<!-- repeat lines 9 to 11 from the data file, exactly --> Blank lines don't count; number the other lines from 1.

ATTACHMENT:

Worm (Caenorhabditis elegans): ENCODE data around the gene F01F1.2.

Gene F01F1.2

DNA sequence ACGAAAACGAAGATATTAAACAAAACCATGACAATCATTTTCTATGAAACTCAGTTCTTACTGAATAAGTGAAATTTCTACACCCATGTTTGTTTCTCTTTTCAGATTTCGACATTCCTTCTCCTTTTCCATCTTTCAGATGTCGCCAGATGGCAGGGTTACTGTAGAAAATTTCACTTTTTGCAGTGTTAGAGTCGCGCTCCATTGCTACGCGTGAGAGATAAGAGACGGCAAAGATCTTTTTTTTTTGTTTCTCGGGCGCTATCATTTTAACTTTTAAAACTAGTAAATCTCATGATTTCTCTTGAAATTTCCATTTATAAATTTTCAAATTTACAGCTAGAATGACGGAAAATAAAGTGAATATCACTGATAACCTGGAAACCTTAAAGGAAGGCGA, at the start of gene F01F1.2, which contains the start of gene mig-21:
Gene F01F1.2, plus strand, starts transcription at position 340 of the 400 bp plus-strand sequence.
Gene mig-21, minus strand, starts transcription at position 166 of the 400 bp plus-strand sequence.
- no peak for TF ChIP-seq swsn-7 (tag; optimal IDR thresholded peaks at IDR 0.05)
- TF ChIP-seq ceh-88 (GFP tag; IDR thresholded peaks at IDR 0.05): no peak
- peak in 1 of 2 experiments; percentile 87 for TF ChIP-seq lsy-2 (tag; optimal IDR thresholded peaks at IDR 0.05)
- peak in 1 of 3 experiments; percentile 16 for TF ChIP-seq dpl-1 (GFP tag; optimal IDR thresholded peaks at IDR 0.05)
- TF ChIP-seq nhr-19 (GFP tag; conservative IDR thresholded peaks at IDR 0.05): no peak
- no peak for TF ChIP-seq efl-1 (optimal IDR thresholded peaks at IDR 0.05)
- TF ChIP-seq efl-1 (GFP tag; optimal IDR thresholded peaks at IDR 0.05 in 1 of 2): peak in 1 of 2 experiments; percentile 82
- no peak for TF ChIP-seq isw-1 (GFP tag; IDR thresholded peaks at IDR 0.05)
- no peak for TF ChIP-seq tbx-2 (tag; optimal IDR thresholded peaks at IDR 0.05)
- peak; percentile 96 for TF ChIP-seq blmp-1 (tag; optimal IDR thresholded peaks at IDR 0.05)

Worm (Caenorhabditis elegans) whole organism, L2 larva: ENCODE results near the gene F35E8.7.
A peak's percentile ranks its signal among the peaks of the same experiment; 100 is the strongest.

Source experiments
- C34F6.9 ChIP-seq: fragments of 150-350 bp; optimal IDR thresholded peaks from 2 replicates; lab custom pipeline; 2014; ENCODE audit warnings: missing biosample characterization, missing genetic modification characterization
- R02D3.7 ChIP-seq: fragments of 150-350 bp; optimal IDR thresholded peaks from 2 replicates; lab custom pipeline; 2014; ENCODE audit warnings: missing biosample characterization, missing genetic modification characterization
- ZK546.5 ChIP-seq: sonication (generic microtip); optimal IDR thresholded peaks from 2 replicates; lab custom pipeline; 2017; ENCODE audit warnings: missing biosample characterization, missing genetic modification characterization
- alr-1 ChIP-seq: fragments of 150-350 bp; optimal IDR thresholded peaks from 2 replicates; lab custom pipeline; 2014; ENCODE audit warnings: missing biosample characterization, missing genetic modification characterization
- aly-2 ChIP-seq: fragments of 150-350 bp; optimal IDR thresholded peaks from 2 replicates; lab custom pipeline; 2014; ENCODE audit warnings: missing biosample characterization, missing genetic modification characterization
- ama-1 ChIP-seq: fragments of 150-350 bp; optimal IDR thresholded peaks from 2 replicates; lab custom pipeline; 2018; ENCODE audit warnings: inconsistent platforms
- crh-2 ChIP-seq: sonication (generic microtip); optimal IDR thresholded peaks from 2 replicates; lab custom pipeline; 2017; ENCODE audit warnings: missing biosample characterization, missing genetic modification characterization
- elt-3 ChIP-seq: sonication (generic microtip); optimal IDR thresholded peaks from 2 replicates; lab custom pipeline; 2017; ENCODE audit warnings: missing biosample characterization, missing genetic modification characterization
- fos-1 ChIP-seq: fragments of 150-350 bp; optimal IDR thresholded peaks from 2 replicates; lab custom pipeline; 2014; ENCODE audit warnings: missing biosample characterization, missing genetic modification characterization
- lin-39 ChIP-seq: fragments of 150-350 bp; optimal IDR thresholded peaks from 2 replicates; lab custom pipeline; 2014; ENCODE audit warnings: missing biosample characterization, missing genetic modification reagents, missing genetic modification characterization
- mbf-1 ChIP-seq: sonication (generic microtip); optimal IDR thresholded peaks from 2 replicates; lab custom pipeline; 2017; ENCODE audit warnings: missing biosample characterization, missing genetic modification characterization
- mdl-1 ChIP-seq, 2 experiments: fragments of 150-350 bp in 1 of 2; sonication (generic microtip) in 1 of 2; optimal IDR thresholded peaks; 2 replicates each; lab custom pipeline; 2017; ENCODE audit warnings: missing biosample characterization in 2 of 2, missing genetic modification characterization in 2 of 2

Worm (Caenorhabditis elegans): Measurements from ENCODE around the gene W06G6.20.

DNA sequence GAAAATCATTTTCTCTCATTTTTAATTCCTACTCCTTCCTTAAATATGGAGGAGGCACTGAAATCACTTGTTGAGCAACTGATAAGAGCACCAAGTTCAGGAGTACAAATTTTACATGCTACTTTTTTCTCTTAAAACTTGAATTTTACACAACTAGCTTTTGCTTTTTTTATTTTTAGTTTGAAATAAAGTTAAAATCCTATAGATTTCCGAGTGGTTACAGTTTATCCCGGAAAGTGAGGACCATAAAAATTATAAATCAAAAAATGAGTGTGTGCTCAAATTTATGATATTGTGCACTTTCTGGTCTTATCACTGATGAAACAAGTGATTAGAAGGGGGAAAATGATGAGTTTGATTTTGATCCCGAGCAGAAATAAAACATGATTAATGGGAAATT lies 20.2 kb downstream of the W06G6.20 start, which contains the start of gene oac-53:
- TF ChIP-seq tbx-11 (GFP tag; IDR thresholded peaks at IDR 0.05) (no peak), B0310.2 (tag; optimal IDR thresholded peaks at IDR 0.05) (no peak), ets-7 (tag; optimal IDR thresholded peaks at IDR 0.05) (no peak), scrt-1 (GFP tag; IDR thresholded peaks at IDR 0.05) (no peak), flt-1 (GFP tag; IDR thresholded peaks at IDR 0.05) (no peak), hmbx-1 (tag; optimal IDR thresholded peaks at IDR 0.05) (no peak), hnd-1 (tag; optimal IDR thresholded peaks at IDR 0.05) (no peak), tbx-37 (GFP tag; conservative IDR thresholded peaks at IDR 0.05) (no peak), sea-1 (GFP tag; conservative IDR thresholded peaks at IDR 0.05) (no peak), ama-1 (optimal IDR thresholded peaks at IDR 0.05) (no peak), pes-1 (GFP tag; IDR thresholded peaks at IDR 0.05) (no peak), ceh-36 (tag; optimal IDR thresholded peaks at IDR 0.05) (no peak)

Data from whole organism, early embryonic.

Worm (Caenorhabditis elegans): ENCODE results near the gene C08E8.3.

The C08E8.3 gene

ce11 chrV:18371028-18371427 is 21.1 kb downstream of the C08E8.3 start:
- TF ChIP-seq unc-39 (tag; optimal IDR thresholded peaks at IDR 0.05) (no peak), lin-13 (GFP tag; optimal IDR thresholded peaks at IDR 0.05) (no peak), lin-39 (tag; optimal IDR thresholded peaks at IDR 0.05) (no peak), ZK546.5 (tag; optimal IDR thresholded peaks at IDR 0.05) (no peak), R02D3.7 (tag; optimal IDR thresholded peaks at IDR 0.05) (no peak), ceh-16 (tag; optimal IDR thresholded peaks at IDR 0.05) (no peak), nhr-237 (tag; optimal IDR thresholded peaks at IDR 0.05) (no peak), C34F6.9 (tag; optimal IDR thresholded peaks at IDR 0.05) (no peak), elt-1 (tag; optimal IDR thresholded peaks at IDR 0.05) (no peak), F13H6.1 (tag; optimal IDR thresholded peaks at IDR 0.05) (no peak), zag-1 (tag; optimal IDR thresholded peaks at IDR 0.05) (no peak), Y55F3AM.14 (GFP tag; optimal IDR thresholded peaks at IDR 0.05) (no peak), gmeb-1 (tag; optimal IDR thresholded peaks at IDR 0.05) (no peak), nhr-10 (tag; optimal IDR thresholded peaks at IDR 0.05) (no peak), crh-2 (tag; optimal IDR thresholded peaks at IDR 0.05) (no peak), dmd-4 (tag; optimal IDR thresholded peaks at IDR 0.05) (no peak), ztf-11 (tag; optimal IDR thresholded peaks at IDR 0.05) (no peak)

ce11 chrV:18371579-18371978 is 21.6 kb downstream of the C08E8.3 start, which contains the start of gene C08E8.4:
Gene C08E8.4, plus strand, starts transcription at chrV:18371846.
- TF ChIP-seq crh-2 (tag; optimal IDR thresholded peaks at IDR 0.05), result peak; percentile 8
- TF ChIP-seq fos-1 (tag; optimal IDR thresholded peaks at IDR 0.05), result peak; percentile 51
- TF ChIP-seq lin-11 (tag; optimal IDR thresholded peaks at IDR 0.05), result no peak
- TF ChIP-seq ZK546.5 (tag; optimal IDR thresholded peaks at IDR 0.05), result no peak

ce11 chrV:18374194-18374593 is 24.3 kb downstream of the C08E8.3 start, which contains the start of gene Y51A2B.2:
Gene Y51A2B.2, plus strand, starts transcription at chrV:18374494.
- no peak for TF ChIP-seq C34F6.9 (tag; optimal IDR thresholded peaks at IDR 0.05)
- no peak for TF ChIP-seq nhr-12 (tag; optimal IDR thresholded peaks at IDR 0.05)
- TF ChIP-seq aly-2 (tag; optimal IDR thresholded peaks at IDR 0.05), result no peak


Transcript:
- peak in 1 of 3 experiments; percentile 16 for TF ChIP-seq dpl-1 (GFP tag; optimal IDR thresholded peaks at IDR 0.05)
- TF ChIP-seq nhr-19 (GFP tag; conservative IDR thresholded peaks at IDR 0.05): no peak
- no peak for TF ChIP-seq efl-1 (optimal IDR thresholded peaks at IDR 0.05)